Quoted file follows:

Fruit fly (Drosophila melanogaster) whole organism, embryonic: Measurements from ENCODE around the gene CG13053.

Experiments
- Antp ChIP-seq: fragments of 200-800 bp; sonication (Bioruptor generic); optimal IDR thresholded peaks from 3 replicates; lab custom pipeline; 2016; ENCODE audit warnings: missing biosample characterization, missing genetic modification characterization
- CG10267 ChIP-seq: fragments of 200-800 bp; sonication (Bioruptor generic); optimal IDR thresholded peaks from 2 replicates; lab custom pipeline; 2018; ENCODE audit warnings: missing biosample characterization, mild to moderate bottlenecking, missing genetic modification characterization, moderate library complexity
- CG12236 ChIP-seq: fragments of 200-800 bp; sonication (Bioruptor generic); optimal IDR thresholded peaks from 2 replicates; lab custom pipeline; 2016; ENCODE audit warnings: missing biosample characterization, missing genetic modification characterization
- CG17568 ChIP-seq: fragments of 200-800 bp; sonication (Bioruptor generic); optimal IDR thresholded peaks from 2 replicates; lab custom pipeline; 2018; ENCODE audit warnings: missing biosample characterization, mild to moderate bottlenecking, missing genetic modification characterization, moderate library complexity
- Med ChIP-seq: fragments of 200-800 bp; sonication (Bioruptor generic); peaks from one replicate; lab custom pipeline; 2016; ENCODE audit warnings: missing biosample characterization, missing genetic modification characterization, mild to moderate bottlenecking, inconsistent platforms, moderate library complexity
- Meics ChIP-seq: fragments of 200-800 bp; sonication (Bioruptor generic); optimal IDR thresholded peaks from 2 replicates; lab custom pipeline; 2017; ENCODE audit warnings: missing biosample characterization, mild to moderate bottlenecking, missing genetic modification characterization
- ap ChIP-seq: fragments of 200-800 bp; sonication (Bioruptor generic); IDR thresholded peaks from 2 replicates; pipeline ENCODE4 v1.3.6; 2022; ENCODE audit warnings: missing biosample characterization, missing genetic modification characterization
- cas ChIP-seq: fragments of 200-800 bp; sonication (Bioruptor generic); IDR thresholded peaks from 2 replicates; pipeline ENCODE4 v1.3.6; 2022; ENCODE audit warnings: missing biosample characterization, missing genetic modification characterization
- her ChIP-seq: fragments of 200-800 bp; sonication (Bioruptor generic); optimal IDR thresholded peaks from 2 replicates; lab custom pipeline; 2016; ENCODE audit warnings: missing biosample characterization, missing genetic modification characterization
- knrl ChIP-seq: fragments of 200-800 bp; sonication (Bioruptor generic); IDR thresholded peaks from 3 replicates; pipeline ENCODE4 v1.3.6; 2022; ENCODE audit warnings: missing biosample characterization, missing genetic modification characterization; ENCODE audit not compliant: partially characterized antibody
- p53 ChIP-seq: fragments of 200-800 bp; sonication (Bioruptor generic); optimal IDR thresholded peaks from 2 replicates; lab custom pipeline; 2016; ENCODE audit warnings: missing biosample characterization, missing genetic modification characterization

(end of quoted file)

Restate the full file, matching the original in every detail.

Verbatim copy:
Fruit fly (Drosophila melanogaster) whole organism, embryonic: Measurements from ENCODE around the gene CG13053.

Experiments
- Antp ChIP-seq: fragments of 200-800 bp; sonication (Bioruptor generic); optimal IDR thresholded peaks from 3 replicates; lab custom pipeline; 2016; ENCODE audit warnings: missing biosample characterization, missing genetic modification characterization
- CG10267 ChIP-seq: fragments of 200-800 bp; sonication (Bioruptor generic); optimal IDR thresholded peaks from 2 replicates; lab custom pipeline; 2018; ENCODE audit warnings: missing biosample characterization, mild to moderate bottlenecking, missing genetic modification characterization, moderate library complexity
- CG12236 ChIP-seq: fragments of 200-800 bp; sonication (Bioruptor generic); optimal IDR thresholded peaks from 2 replicates; lab custom pipeline; 2016; ENCODE audit warnings: missing biosample characterization, missing genetic modification characterization
- CG17568 ChIP-seq: fragments of 200-800 bp; sonication (Bioruptor generic); optimal IDR thresholded peaks from 2 replicates; lab custom pipeline; 2018; ENCODE audit warnings: missing biosample characterization, mild to moderate bottlenecking, missing genetic modification characterization, moderate library complexity
- Med ChIP-seq: fragments of 200-800 bp; sonication (Bioruptor generic); peaks from one replicate; lab custom pipeline; 2016; ENCODE audit warnings: missing biosample characterization, missing genetic modification characterization, mild to moderate bottlenecking, inconsistent platforms, moderate library complexity
- Meics ChIP-seq: fragments of 200-800 bp; sonication (Bioruptor generic); optimal IDR thresholded peaks from 2 replicates; lab custom pipeline; 2017; ENCODE audit warnings: missing biosample characterization, mild to moderate bottlenecking, missing genetic modification characterization
- ap ChIP-seq: fragments of 200-800 bp; sonication (Bioruptor generic); IDR thresholded peaks from 2 replicates; pipeline ENCODE4 v1.3.6; 2022; ENCODE audit warnings: missing biosample characterization, missing genetic modification characterization
- cas ChIP-seq: fragments of 200-800 bp; sonication (Bioruptor generic); IDR thresholded peaks from 2 replicates; pipeline ENCODE4 v1.3.6; 2022; ENCODE audit warnings: missing biosample characterization, missing genetic modification characterization
- her ChIP-seq: fragments of 200-800 bp; sonication (Bioruptor generic); optimal IDR thresholded peaks from 2 replicates; lab custom pipeline; 2016; ENCODE audit warnings: missing biosample characterization, missing genetic modification characterization
- knrl ChIP-seq: fragments of 200-800 bp; sonication (Bioruptor generic); IDR thresholded peaks from 3 replicates; pipeline ENCODE4 v1.3.6; 2022; ENCODE audit warnings: missing biosample characterization, missing genetic modification characterization; ENCODE audit not compliant: partially characterized antibody
- p53 ChIP-seq: fragments of 200-800 bp; sonication (Bioruptor generic); optimal IDR thresholded peaks from 2 replicates; lab custom pipeline; 2016; ENCODE audit warnings: missing biosample characterization, missing genetic modification characterization